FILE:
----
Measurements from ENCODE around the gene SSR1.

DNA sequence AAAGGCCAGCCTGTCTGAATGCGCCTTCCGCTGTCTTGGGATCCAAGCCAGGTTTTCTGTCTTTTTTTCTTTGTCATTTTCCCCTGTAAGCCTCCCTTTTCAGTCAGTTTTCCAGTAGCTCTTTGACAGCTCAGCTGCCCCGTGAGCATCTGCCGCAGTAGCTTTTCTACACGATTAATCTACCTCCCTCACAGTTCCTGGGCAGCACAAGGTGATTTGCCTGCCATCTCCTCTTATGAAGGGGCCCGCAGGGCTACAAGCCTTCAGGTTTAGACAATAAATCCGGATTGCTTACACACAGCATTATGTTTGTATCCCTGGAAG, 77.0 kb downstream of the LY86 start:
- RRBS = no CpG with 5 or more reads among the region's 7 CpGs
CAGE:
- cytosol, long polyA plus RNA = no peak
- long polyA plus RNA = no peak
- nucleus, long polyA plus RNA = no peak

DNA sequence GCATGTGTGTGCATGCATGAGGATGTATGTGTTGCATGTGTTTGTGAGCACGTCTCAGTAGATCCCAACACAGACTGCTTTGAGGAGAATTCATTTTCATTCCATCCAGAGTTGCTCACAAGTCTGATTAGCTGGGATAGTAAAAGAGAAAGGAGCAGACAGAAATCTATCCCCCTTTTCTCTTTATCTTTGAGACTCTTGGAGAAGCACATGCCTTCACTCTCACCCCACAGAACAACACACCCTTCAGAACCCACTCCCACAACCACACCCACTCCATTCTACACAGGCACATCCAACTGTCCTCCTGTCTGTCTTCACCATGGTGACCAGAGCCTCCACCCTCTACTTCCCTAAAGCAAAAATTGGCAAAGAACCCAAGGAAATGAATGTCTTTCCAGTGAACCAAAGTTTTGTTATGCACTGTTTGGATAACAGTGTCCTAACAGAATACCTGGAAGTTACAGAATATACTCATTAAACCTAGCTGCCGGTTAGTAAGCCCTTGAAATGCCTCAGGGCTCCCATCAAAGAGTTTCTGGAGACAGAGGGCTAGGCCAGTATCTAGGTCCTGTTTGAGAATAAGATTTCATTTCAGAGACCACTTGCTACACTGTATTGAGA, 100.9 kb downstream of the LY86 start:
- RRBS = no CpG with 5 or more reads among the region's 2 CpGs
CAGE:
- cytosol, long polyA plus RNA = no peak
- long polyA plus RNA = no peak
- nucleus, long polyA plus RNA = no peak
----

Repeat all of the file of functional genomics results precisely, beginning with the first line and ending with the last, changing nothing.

Measurements from ENCODE around the gene SSR1.

DNA sequence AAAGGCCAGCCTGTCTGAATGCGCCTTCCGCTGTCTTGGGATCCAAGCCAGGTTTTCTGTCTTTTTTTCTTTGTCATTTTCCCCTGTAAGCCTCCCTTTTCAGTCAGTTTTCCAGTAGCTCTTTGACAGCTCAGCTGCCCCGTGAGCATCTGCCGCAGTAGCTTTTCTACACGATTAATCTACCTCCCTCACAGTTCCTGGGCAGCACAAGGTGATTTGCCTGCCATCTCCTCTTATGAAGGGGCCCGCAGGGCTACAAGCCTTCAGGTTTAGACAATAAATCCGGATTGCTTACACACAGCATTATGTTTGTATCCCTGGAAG, 77.0 kb downstream of the LY86 start:
- RRBS = no CpG with 5 or more reads among the region's 7 CpGs
CAGE:
- cytosol, long polyA plus RNA = no peak
- long polyA plus RNA = no peak
- nucleus, long polyA plus RNA = no peak

DNA sequence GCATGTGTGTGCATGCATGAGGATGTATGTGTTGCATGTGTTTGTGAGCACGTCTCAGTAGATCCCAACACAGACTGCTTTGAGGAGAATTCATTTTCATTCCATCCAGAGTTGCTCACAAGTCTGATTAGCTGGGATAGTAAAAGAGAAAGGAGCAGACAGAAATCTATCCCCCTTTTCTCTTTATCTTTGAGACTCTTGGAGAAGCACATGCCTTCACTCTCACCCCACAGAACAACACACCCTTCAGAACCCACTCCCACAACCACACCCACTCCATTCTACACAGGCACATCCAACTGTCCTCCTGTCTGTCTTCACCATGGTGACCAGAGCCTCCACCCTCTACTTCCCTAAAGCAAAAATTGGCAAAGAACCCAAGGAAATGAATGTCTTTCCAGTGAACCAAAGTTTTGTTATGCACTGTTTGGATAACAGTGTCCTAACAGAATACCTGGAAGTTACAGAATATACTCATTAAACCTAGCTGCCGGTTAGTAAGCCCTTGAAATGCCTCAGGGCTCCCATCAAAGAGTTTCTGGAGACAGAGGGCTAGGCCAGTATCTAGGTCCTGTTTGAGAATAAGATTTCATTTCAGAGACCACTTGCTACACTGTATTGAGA, 100.9 kb downstream of the LY86 start:
- RRBS = no CpG with 5 or more reads among the region's 2 CpGs
CAGE:
- cytosol, long polyA plus RNA = no peak
- long polyA plus RNA = no peak
- nucleus, long polyA plus RNA = no peak